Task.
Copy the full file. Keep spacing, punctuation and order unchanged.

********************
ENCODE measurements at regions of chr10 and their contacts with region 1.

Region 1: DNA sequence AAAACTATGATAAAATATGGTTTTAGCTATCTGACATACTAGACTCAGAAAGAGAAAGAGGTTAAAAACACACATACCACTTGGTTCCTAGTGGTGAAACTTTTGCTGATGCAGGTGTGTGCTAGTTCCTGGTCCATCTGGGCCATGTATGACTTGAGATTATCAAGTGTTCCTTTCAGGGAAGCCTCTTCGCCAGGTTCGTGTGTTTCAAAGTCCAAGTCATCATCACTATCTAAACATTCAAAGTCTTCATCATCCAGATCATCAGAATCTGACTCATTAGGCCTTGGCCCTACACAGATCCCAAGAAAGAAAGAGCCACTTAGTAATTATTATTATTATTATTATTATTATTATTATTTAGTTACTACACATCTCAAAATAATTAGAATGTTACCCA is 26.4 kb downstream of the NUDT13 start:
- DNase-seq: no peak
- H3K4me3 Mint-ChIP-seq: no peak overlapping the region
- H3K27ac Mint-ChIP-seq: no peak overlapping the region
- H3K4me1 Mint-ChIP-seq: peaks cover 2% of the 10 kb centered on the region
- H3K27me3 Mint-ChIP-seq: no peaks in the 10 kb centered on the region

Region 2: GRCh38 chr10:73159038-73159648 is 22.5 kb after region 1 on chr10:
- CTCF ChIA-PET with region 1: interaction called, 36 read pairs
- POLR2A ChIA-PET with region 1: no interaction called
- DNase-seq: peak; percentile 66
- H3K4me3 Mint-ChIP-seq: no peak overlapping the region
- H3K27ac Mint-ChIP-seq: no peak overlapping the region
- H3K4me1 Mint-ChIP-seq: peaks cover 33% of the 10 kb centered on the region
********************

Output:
ENCODE measurements at regions of chr10 and their contacts with region 1.

Region 1: DNA sequence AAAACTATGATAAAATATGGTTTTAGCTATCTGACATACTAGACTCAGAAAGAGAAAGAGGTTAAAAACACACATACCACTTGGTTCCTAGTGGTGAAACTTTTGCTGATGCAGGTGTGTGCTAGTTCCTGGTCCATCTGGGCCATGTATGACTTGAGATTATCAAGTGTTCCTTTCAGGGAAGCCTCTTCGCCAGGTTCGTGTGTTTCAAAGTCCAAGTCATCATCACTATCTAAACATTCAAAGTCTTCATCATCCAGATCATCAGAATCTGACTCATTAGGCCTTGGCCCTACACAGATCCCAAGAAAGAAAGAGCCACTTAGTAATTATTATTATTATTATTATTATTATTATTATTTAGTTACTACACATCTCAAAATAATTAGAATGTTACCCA is 26.4 kb downstream of the NUDT13 start:
- DNase-seq: no peak
- H3K4me3 Mint-ChIP-seq: no peak overlapping the region
- H3K27ac Mint-ChIP-seq: no peak overlapping the region
- H3K4me1 Mint-ChIP-seq: peaks cover 2% of the 10 kb centered on the region
- H3K27me3 Mint-ChIP-seq: no peaks in the 10 kb centered on the region

Region 2: GRCh38 chr10:73159038-73159648 is 22.5 kb after region 1 on chr10:
- CTCF ChIA-PET with region 1: interaction called, 36 read pairs
- POLR2A ChIA-PET with region 1: no interaction called
- DNase-seq: peak; percentile 66
- H3K4me3 Mint-ChIP-seq: no peak overlapping the region
- H3K27ac Mint-ChIP-seq: no peak overlapping the region
- H3K4me1 Mint-ChIP-seq: peaks cover 33% of the 10 kb centered on the region